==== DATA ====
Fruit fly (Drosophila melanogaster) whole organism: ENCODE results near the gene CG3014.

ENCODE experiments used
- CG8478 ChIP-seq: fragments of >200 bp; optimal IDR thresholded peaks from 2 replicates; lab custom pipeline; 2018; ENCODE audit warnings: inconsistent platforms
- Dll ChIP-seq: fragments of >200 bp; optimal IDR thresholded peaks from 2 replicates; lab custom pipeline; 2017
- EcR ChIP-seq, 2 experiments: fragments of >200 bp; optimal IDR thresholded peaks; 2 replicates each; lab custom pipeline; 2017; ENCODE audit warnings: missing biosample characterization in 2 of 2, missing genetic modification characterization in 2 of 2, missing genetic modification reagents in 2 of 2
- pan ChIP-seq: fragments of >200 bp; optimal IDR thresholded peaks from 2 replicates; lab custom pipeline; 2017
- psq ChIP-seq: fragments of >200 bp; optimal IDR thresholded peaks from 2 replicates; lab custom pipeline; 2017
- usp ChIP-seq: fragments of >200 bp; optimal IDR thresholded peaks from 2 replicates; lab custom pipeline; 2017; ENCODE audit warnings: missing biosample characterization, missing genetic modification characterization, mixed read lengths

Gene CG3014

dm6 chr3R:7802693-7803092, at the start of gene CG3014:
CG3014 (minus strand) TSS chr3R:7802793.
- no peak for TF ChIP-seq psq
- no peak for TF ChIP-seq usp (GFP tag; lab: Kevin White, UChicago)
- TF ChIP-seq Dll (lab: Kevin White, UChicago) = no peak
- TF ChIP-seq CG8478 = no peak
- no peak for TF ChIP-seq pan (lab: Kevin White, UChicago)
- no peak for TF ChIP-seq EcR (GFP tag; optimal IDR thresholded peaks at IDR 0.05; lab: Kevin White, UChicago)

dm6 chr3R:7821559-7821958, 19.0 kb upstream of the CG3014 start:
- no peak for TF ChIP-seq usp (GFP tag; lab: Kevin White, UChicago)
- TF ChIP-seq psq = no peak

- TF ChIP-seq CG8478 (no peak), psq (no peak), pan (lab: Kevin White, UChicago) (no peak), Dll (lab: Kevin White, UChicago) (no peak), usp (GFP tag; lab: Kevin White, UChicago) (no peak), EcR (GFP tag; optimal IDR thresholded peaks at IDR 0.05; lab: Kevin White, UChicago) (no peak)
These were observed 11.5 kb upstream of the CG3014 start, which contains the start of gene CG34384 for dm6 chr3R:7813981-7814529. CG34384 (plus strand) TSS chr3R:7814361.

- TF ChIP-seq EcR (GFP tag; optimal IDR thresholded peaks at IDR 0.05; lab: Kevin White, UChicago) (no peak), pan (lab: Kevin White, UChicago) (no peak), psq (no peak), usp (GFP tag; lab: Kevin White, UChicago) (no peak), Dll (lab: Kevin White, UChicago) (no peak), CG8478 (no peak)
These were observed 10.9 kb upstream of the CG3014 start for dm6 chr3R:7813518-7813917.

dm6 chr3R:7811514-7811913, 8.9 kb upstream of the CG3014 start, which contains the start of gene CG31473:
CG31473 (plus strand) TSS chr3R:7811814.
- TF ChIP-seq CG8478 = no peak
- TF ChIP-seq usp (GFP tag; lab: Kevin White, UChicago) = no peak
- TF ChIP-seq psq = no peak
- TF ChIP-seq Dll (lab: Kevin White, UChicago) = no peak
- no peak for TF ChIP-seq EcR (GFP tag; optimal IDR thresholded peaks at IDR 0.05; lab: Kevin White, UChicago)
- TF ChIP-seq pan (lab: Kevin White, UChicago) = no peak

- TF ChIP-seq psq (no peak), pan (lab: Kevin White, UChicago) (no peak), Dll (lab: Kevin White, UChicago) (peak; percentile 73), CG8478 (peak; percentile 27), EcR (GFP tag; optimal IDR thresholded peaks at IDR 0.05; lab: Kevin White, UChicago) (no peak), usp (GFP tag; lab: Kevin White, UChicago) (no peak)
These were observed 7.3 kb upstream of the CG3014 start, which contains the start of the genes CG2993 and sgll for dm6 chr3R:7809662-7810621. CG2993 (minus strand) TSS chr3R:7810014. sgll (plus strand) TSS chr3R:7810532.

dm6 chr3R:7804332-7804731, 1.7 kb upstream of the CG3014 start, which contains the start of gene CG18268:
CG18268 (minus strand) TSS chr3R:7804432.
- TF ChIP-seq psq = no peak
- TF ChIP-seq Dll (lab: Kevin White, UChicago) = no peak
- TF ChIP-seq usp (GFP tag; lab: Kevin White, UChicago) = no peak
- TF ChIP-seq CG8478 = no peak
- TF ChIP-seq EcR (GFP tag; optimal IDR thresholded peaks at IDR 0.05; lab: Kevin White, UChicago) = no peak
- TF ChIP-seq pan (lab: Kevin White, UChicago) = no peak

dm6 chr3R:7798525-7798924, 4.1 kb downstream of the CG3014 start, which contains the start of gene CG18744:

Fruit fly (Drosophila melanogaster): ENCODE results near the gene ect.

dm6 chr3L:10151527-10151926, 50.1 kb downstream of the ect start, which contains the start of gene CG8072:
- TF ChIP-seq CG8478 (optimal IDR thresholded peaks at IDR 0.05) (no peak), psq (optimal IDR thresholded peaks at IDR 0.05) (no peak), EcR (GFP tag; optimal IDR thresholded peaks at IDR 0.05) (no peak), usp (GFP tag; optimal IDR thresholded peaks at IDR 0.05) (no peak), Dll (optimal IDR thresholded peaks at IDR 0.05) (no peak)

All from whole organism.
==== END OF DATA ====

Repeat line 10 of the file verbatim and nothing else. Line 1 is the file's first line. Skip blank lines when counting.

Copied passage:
dm6 chr3R:7802693-7803092, at the start of gene CG3014: